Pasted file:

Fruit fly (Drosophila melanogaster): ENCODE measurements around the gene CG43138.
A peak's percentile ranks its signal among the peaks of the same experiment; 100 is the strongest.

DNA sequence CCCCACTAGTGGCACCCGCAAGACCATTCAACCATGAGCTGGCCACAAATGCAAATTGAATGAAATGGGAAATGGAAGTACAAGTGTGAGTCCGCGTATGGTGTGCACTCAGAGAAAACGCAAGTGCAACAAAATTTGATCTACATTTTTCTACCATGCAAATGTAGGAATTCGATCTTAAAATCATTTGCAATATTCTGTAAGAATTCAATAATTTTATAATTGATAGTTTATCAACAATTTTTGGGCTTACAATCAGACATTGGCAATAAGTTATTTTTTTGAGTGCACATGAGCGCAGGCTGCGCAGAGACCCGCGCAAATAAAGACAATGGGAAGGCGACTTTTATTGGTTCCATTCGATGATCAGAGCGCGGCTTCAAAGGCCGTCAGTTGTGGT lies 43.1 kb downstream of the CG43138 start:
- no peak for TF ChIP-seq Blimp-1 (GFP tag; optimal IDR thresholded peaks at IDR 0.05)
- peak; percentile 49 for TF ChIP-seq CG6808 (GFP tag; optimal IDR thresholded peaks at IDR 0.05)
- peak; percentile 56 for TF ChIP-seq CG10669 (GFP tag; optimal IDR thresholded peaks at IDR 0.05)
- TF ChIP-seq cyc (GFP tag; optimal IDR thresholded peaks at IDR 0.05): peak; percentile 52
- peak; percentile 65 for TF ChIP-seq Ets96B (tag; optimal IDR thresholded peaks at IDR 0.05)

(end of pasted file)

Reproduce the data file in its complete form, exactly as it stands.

Fruit fly (Drosophila melanogaster): ENCODE measurements around the gene CG43138.
A peak's percentile ranks its signal among the peaks of the same experiment; 100 is the strongest.

DNA sequence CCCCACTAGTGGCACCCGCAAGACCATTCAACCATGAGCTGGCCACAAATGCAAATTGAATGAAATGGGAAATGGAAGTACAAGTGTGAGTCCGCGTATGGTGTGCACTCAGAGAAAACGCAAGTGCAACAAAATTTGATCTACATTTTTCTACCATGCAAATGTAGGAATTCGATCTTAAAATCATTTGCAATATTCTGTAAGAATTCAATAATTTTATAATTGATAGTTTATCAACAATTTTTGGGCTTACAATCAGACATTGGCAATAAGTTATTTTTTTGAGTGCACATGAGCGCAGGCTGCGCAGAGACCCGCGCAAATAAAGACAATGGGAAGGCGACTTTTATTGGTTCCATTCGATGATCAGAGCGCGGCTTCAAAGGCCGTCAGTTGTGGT lies 43.1 kb downstream of the CG43138 start:
- no peak for TF ChIP-seq Blimp-1 (GFP tag; optimal IDR thresholded peaks at IDR 0.05)
- peak; percentile 49 for TF ChIP-seq CG6808 (GFP tag; optimal IDR thresholded peaks at IDR 0.05)
- peak; percentile 56 for TF ChIP-seq CG10669 (GFP tag; optimal IDR thresholded peaks at IDR 0.05)
- TF ChIP-seq cyc (GFP tag; optimal IDR thresholded peaks at IDR 0.05): peak; percentile 52
- peak; percentile 65 for TF ChIP-seq Ets96B (tag; optimal IDR thresholded peaks at IDR 0.05)